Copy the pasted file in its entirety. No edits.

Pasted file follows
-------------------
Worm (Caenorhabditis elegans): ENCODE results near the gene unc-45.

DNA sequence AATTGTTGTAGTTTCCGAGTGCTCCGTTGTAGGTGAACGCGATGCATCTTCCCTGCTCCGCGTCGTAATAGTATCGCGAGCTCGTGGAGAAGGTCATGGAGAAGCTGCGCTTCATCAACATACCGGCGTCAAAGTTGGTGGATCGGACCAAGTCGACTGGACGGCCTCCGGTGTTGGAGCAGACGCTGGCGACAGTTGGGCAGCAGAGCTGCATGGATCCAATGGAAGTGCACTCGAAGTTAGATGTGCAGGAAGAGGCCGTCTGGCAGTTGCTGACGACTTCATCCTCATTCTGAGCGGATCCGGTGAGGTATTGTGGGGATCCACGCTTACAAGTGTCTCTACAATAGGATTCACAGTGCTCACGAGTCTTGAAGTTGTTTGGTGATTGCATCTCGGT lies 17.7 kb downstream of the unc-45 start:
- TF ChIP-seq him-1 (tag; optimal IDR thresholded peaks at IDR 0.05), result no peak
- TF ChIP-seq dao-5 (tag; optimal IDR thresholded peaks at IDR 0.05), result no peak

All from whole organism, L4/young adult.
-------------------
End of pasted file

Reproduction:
Worm (Caenorhabditis elegans): ENCODE results near the gene unc-45.

DNA sequence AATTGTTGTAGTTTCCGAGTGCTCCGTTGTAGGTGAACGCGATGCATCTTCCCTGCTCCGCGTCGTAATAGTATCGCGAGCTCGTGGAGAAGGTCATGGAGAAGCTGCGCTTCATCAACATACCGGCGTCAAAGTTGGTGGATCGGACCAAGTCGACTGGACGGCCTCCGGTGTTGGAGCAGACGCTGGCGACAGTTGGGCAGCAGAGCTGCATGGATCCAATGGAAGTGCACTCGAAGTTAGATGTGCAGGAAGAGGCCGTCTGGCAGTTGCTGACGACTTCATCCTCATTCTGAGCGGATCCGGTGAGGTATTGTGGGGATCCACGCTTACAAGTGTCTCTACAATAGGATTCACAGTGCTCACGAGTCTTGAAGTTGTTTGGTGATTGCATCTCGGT lies 17.7 kb downstream of the unc-45 start:
- TF ChIP-seq him-1 (tag; optimal IDR thresholded peaks at IDR 0.05), result no peak
- TF ChIP-seq dao-5 (tag; optimal IDR thresholded peaks at IDR 0.05), result no peak

All from whole organism, L4/young adult.